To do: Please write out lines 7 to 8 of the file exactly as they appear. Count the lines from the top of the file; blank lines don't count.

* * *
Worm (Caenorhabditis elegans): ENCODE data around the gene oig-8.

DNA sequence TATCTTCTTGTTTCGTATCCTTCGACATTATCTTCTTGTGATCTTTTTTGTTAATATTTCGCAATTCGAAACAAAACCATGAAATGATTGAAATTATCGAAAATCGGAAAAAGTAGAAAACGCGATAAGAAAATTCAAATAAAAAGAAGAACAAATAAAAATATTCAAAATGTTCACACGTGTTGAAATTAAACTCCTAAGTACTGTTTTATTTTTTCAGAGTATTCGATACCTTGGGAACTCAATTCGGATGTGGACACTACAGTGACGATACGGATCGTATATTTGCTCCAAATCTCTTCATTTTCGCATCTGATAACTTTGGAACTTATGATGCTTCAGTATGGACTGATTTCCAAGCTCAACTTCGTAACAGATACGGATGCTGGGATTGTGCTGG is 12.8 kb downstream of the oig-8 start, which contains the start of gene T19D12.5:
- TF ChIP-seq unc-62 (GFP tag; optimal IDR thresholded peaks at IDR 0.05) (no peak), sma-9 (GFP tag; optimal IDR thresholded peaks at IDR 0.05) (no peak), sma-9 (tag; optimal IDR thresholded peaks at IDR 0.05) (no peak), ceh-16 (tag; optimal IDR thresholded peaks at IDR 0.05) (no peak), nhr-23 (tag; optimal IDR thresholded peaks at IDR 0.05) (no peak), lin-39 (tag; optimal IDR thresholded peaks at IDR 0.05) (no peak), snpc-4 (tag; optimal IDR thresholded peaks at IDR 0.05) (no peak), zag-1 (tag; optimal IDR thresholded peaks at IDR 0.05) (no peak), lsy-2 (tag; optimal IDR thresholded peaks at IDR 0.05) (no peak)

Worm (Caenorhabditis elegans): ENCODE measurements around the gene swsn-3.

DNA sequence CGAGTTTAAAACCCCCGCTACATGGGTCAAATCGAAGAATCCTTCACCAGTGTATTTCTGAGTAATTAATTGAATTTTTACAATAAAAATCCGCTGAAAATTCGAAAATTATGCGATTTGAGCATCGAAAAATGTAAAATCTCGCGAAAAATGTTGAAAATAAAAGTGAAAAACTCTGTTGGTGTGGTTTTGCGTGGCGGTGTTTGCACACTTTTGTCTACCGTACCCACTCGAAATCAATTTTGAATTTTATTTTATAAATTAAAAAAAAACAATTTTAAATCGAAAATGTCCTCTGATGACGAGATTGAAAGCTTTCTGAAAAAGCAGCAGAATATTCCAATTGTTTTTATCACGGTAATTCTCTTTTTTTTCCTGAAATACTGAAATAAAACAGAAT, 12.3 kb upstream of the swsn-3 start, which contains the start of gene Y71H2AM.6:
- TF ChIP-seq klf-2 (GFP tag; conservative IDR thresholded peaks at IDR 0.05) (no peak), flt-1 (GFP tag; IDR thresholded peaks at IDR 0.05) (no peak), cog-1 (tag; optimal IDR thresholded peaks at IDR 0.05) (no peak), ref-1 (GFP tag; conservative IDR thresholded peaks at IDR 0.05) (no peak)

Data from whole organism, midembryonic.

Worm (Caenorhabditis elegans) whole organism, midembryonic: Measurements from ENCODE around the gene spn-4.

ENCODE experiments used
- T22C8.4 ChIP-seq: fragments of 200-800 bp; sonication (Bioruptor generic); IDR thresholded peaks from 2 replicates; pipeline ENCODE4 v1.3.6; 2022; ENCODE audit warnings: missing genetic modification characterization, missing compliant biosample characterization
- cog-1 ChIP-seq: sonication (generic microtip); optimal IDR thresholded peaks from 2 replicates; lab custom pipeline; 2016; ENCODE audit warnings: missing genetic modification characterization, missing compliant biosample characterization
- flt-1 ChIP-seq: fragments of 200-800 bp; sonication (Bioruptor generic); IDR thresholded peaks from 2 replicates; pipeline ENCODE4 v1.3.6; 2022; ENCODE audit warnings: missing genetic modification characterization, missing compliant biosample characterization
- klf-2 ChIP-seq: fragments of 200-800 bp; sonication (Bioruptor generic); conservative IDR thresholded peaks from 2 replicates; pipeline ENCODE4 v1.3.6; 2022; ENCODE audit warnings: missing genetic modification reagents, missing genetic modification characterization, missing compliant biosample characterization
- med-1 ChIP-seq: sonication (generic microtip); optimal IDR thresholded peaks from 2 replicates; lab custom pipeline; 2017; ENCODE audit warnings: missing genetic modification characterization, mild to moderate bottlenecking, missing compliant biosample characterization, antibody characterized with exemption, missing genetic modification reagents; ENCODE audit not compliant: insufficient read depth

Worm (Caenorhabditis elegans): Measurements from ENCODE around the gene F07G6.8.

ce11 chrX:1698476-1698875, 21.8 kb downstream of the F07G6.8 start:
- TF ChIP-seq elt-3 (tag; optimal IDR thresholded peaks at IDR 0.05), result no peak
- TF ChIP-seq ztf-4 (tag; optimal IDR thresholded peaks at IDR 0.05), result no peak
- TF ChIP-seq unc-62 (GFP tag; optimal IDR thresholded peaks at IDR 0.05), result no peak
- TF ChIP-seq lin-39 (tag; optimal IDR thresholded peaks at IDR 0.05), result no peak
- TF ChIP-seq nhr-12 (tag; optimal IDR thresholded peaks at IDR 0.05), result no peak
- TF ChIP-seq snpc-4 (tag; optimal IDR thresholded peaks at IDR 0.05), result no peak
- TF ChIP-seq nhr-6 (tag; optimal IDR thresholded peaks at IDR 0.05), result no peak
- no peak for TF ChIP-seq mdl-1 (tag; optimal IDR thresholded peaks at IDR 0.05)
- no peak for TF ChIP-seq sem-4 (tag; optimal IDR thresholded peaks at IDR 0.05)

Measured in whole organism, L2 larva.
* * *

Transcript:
Data from whole organism, midembryonic.

Worm (Caenorhabditis elegans) whole organism, midembryonic: Measurements from ENCODE around the gene spn-4.